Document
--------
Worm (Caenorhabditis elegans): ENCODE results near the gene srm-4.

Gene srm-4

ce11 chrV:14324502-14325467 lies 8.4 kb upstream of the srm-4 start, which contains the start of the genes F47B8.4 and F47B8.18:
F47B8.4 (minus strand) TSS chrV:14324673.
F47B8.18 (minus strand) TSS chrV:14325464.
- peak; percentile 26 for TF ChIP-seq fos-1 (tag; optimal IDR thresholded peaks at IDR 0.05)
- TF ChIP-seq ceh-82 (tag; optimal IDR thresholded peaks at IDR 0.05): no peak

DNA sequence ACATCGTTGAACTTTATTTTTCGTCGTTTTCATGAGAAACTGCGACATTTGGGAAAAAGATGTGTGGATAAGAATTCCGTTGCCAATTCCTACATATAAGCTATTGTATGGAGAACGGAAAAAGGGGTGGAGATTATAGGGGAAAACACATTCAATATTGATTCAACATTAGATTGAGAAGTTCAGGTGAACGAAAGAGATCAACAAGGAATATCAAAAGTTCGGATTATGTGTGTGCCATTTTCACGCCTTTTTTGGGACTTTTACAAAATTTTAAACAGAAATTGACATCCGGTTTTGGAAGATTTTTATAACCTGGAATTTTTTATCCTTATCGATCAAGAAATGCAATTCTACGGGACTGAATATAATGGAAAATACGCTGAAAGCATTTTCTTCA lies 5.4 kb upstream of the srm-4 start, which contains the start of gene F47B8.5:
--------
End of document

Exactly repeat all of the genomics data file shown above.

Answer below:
Worm (Caenorhabditis elegans): ENCODE results near the gene srm-4.

Gene srm-4

ce11 chrV:14324502-14325467 lies 8.4 kb upstream of the srm-4 start, which contains the start of the genes F47B8.4 and F47B8.18:
F47B8.4 (minus strand) TSS chrV:14324673.
F47B8.18 (minus strand) TSS chrV:14325464.
- peak; percentile 26 for TF ChIP-seq fos-1 (tag; optimal IDR thresholded peaks at IDR 0.05)
- TF ChIP-seq ceh-82 (tag; optimal IDR thresholded peaks at IDR 0.05): no peak

DNA sequence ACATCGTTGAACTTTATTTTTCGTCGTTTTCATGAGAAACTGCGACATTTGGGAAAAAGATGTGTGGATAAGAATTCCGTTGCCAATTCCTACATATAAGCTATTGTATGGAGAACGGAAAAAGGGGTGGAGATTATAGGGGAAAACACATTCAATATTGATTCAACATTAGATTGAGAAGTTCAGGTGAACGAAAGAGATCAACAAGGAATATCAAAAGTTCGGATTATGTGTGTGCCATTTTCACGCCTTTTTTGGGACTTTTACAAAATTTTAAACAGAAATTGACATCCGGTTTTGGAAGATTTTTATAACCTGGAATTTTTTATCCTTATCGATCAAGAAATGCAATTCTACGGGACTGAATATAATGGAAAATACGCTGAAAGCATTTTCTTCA lies 5.4 kb upstream of the srm-4 start, which contains the start of gene F47B8.5: